One of my mentors once told me “Unfortunately breeding is not always about posting cute pictures and selling puppies. People do not realize the heartache and work that comes with it.”

This statement couldn’t be more true. Thankfully I have been blessed to not experience any heartbreak when it comes to breeding dogs and raising puppies, but there has been quite a bit of work involved, stress and anxiety, many tears, and sleepless nights. We take raising puppies very seriously and put a lot of time into our puppies. No matter how prepared you are things don’t always go perfectly and sometimes breeders have to be more involved with some puppies/litters than others.

Our whelping area is set up in the same room as our office. The week of our bitch’s due date we set up the whelping area and an air mattress gets set up as well. The air mattress gets put up against a wall during the day and is brought down every night so I can sleep in the same room with the puppies and mom for at least the first 2 weeks of the puppies’ lives. My boyfriend, Charles, works from home as a mortgage loan originator so he is in the office most of the day talking on the phone and looking over the puppies. We weigh our puppies every morning and every evening and record their weights to make sure they are all consistently gaining. Our puppies are held often and raised with the guidance of Puppy Culture. During the first few weeks our puppies get minimal contact with the other dogs in our home, but around 3-4 weeks old they begin interacting with our American Staffordshire Terrier mix (my “foster fail”), our Akita, and our other Shibas. They also begin going outside around this time and we begin working on potty training. Our other dogs are great with the puppies and give them the perfect start on learning how to interact with other dogs. They safely correct the puppies and help teach them good dog manners. This is a great beginning to socialization, but there is so much more to socializing puppies and raising enrichment seekers.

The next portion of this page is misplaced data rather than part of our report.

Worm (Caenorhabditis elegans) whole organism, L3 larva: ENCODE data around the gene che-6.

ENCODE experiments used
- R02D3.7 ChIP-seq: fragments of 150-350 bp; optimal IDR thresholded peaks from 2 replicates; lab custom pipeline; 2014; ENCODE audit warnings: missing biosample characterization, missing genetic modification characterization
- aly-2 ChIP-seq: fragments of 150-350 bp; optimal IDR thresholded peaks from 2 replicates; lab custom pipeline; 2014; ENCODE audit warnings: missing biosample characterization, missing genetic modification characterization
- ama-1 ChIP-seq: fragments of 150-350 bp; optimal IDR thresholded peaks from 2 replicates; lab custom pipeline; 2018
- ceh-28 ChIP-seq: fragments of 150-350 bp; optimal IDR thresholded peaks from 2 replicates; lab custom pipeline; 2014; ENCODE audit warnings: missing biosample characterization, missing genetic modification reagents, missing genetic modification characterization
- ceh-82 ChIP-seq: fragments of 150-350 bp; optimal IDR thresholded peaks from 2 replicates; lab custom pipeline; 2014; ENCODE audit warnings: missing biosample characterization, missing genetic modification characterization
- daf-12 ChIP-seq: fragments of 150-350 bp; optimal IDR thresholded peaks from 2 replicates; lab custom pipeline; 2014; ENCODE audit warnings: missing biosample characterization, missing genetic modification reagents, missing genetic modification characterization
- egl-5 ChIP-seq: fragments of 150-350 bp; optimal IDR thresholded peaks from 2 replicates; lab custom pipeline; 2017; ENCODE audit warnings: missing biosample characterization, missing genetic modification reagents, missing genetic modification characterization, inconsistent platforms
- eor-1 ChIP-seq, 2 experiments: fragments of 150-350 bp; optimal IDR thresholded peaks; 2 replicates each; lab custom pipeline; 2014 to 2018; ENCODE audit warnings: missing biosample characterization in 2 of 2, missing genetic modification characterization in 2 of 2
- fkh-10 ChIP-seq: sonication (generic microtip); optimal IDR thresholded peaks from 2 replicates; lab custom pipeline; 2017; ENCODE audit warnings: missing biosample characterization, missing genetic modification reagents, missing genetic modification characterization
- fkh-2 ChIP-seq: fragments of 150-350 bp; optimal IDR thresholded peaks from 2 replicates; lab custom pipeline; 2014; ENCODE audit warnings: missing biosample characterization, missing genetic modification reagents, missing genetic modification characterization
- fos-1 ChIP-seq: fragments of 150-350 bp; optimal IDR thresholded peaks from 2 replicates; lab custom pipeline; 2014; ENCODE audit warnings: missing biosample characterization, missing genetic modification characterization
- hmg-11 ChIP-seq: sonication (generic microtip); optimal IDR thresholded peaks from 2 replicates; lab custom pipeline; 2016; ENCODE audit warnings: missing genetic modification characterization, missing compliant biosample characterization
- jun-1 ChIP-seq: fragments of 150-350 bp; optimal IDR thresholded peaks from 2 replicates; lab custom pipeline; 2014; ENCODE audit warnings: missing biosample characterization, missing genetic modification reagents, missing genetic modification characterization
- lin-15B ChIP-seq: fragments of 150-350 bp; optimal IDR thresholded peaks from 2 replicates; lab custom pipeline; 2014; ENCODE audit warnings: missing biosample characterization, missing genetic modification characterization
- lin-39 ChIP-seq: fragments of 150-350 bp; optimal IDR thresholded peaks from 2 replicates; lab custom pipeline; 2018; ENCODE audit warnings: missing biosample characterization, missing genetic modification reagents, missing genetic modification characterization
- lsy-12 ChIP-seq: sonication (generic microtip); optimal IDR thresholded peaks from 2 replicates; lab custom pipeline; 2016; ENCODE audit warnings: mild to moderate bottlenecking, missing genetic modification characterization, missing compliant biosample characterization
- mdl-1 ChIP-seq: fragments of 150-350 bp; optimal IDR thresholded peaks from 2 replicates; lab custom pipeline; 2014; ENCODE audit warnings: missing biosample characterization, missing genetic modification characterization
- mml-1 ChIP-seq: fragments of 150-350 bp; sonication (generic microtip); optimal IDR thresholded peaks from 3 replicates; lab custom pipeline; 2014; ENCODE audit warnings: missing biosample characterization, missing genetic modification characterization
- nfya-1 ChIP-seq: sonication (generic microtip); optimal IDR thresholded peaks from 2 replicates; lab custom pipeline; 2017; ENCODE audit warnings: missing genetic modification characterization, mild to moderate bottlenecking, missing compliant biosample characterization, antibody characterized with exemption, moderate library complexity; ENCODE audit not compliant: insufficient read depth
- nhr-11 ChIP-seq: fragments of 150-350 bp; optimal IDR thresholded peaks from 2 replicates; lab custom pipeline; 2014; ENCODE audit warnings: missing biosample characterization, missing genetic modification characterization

Our puppies are also introduced to children, different textures, sounds, and toys. The first 12 weeks of a puppies’ life are the most important in shaping their futures and we want to take full advantage of their time with us. Our goal is to raise the most sound and confident puppies possible. All of our puppies have grown into wonderful, outgoing, loving adults, but that doesn’t happen by chance. We put a lot of time into working with our puppies and having them play on a lot of different surfaces, we help them overcome any fears they may have, and we have been blessed with wonderful puppy buyers who have taken our advice and put the same time and love into their dogs. Continued training, socialization, and consistency are key once you bring your new Shiba puppy home.

Puppy Culture